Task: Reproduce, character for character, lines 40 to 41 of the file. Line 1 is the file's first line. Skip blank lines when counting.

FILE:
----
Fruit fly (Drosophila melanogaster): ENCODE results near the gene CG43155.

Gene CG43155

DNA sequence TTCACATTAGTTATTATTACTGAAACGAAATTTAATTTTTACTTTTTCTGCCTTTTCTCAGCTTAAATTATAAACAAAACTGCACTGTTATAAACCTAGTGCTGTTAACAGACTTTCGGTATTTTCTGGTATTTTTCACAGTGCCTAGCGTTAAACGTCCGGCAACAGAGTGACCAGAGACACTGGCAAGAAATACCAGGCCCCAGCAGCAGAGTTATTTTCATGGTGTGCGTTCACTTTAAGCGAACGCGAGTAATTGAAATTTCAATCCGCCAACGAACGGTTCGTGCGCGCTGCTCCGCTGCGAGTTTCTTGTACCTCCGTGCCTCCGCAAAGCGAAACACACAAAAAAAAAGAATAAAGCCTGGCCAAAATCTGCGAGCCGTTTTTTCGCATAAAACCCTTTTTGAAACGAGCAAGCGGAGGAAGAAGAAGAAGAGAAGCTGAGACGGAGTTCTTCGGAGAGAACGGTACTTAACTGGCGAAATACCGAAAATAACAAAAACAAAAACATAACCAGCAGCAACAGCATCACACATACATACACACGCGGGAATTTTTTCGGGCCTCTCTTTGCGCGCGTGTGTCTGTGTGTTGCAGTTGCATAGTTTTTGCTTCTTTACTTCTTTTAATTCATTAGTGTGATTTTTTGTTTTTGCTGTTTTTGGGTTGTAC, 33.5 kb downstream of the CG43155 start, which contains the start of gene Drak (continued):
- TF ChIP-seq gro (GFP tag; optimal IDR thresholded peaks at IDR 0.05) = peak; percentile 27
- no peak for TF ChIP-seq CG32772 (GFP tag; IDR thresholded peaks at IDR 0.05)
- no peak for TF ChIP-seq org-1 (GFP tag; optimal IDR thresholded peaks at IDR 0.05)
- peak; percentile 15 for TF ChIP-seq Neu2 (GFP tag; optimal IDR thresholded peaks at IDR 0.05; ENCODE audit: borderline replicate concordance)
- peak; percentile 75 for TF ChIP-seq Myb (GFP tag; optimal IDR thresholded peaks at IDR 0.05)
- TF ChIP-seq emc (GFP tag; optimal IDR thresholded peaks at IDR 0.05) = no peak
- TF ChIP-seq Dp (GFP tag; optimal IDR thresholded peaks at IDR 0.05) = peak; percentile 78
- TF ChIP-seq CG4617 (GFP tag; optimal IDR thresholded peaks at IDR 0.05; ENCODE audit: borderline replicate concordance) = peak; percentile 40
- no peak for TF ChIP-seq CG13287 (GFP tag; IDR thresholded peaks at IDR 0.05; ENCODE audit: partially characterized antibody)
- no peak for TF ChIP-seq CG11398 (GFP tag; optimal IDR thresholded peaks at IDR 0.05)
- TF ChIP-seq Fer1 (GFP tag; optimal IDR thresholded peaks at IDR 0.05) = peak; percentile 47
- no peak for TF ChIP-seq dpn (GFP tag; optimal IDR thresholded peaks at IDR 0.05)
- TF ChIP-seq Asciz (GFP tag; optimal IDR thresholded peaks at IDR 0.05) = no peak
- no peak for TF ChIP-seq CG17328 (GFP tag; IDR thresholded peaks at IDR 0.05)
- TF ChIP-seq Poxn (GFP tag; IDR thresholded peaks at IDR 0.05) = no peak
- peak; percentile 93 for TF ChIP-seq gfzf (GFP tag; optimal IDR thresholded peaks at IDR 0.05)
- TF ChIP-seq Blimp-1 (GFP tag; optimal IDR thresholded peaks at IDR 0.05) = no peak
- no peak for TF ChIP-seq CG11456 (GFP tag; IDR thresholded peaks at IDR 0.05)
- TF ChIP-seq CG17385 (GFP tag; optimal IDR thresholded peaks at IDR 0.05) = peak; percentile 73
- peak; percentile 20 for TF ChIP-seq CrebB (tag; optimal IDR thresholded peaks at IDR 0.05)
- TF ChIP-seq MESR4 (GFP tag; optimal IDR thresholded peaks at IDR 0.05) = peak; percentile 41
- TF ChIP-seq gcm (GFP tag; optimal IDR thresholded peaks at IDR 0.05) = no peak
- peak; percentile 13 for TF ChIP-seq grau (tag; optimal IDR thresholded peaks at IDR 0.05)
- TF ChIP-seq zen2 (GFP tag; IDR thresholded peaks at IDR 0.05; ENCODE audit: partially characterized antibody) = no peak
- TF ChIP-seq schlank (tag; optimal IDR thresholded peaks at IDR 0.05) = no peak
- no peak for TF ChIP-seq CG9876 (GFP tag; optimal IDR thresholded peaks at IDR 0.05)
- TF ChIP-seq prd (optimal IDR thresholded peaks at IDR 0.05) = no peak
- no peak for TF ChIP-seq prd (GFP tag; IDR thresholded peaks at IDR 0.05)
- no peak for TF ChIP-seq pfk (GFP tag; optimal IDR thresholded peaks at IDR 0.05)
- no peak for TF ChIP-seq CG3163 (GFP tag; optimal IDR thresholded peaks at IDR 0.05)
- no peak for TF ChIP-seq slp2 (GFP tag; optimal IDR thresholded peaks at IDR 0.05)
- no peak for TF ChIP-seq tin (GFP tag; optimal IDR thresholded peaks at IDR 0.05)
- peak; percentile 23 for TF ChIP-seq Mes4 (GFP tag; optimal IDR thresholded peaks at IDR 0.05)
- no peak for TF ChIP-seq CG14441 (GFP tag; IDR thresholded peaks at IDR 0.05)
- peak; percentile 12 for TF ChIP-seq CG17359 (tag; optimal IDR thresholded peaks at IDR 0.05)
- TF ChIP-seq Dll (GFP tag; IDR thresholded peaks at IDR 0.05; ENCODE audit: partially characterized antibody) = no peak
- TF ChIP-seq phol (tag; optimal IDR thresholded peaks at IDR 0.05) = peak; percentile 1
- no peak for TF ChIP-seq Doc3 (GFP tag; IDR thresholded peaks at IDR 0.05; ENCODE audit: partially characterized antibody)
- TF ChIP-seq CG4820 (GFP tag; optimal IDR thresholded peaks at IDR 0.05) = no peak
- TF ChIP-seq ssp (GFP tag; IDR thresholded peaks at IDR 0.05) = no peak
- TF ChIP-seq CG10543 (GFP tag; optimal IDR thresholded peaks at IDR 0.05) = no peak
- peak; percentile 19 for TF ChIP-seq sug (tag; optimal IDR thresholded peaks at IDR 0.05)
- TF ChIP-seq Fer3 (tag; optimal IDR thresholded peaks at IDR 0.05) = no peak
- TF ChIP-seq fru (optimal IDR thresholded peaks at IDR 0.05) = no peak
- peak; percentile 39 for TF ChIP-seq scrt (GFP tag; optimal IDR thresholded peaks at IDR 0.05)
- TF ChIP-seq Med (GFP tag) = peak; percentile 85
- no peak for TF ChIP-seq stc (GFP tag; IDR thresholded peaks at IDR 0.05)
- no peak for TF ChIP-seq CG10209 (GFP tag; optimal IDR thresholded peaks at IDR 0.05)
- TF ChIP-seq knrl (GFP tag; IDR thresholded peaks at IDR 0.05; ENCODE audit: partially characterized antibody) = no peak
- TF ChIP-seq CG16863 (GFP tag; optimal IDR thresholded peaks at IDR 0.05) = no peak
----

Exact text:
- TF ChIP-seq phol (tag; optimal IDR thresholded peaks at IDR 0.05) = peak; percentile 1
- no peak for TF ChIP-seq Doc3 (GFP tag; IDR thresholded peaks at IDR 0.05; ENCODE audit: partially characterized antibody)